Web Site: www.ijaiem.org Email: editor@ijaiem.org, editorijaiem@gmail.com Volume 2, Issue 6, June 2013 ISSN 2319 - 4847
2.1 DIFFERENCE BETWEEN SOI AND MOSFET The main difference [2] between SOI and MOSFET technology is the inclusion of an insulating layer. In Silicon on Insulator (SOI) fabrication technology Transistors are built on a silicon layer resting on an Insulating Layer of Silicon dioxide (SiO2). The insulating layer is created by flowing oxygen onto a plain silicon wafer and then heating the wafer to oxidize the silicon, thereby creating a uniform buried layer of silicon dioxide. Transistors are encapsulated in SiO2 on all sides. This structure is shown in figure 2. Most often this material is silicon oxide; however other insulating materials are being tested, such as diamond, sapphire, and ruby. For this, a buried oxide layer (BOX) of silicon dioxide was used for the creation and simulation of the SOI device. The insulating layer increases device performance by reducing junction capacitance as the junction is isolated from bulk silicon. The decrease in junction capacitance also reduces overall power consumption.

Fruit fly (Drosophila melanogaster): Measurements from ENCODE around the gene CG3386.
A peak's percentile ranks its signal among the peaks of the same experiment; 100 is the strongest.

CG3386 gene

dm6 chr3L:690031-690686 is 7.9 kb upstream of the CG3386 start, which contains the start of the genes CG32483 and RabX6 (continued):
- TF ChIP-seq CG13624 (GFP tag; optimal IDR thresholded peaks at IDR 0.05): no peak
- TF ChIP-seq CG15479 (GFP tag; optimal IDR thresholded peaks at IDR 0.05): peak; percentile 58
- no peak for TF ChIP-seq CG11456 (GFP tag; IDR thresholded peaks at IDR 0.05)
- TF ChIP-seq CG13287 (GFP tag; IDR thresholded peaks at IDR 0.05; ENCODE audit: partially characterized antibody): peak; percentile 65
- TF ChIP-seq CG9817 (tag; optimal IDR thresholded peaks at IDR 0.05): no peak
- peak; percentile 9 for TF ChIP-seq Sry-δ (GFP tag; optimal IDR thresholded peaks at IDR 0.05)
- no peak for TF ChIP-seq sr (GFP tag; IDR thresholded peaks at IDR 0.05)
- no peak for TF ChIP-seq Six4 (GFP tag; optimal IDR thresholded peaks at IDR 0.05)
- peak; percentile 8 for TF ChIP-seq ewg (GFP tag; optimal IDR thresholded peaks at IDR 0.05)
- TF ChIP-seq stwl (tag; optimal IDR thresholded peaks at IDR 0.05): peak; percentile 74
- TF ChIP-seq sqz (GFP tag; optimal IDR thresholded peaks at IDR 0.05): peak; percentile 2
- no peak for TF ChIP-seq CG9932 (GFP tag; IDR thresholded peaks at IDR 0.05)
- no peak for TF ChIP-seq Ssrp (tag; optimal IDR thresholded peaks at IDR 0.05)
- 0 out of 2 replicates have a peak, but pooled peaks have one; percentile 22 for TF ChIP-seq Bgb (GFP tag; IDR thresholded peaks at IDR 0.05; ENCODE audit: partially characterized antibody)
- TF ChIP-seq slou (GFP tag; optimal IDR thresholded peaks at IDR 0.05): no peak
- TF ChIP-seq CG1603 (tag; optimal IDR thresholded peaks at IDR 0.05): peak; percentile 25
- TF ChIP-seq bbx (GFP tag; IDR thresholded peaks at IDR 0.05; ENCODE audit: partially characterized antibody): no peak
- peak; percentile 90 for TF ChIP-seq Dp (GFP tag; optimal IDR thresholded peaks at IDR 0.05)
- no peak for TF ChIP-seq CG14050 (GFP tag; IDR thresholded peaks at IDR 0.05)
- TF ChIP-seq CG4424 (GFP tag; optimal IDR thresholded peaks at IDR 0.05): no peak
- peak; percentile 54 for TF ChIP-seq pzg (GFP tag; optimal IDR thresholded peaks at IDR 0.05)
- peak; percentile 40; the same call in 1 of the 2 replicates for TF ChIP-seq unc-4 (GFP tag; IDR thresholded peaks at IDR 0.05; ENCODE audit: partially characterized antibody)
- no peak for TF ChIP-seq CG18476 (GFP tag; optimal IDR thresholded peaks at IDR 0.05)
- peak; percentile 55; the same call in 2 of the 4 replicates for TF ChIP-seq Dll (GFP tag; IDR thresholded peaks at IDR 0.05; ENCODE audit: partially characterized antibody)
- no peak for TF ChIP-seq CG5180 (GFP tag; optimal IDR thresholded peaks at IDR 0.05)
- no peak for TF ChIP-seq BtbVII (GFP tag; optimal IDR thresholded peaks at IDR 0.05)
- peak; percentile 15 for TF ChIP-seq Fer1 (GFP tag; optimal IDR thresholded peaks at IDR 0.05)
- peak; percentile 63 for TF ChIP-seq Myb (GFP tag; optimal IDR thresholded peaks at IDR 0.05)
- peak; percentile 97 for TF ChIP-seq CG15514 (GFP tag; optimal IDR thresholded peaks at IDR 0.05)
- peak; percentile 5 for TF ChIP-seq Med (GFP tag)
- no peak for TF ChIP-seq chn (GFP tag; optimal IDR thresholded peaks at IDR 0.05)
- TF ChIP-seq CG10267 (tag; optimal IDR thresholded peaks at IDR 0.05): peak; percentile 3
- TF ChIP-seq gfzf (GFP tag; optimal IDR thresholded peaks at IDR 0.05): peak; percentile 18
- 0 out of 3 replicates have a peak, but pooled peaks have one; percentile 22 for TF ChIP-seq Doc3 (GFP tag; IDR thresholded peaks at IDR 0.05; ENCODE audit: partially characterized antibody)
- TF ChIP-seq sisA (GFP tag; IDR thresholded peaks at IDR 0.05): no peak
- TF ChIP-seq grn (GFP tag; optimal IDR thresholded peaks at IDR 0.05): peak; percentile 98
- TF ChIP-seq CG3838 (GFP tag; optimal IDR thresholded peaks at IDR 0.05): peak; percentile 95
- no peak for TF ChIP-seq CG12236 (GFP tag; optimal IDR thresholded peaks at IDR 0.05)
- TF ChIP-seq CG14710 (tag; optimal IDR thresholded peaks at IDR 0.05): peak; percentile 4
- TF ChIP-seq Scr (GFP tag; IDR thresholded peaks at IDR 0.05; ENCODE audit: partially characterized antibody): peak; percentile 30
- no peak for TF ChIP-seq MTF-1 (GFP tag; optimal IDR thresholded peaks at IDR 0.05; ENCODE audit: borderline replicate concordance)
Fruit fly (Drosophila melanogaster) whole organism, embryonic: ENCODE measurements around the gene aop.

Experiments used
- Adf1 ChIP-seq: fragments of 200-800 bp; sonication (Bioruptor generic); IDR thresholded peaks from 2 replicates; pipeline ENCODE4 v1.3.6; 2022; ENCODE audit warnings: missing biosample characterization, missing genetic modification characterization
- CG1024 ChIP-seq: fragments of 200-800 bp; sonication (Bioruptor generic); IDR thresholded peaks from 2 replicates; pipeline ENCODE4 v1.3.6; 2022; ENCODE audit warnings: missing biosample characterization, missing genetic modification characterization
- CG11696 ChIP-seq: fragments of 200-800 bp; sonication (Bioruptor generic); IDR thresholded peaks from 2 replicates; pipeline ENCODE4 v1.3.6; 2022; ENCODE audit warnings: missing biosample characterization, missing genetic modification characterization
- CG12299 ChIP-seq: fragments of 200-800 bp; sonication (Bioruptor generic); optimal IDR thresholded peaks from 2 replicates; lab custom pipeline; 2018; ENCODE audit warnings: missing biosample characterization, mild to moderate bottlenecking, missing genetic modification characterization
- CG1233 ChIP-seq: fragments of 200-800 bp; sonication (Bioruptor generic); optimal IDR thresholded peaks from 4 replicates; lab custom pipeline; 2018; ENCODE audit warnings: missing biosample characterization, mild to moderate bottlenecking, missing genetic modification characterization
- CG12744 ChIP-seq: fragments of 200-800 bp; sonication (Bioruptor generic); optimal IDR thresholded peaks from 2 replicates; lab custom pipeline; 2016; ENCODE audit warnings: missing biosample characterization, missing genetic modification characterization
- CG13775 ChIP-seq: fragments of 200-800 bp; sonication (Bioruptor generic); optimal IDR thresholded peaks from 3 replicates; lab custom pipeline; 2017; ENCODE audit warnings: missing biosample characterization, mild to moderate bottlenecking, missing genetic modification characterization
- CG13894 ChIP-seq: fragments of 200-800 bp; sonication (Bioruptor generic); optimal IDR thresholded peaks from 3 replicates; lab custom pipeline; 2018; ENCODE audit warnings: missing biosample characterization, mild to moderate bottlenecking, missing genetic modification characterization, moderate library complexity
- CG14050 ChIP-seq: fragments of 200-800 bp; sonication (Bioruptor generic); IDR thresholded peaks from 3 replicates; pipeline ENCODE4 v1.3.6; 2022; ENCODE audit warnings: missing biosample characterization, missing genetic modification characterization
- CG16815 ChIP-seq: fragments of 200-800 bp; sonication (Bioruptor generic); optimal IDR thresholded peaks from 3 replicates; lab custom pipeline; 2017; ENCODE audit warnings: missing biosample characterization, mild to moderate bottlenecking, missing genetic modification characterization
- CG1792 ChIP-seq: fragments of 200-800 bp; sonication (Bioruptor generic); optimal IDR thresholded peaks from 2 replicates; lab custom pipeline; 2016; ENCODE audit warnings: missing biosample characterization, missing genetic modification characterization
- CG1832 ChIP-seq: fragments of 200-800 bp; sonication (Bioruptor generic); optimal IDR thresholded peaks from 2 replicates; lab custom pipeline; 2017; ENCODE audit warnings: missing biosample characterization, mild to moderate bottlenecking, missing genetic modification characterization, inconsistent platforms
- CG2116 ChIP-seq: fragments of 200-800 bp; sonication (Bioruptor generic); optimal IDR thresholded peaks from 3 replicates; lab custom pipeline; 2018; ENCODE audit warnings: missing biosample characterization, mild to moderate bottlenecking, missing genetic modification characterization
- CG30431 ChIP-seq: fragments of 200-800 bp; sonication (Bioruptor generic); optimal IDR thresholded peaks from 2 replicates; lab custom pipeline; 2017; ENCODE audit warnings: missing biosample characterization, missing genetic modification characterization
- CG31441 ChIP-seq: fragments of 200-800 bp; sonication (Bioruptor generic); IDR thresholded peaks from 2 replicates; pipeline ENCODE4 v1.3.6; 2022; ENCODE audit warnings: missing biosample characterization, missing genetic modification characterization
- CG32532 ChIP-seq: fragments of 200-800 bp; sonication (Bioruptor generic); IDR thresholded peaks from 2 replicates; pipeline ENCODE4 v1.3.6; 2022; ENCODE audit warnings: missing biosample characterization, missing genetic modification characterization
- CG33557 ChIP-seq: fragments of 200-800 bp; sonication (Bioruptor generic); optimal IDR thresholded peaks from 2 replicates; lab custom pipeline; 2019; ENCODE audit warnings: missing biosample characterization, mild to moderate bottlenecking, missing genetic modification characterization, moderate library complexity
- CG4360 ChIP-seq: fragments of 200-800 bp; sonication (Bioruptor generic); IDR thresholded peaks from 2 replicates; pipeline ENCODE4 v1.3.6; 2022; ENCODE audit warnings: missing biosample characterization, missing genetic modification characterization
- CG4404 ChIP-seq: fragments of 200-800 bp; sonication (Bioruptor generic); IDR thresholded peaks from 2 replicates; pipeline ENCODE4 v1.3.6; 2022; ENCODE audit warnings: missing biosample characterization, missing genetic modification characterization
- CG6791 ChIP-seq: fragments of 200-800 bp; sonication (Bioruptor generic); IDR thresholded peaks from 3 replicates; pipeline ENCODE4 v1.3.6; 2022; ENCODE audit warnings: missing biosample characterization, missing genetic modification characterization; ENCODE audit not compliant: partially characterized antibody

Figure 2 Physical structure of basic SOI device 2.2 SOI TECHNOLOGIES SOI technologies [3] can be in general divided into two groups. In the first, a thin insulating layer is used to separate the active semiconductor layer from the semiconductor substrate. These include Separation by Implantation Of Oxygen (SIMOX), Zone Melting Recrystallization (ZMR), Full Isolation by Porous Oxidized Silicon (FIPOS), and Wafer Bonding (WB). In the second group, the semiconductor film is deposited directly onto an insulating substrate. This is the case for Silicon On Sapphire (SOS) and Silicon On Zirconia (SOZ). 2.3 SOI ADVANTAGES 1. A 20% to 50% increase in switching speed compared to similar circuits built on conventional "bulk" silicon wafers. 2. The ability to operate at lower voltages (less battery power drain and chip heating). 3. Events from cosmic ray particle showers (reducing the need for error correction operations in high-speed data flow servers and memory arrays). 4. Increased circuit packing due to simplification of the lateral and vertical isolation structures, increasing chip yield and die count per wafer [4].

3. THEORY ON TCAD TOOLS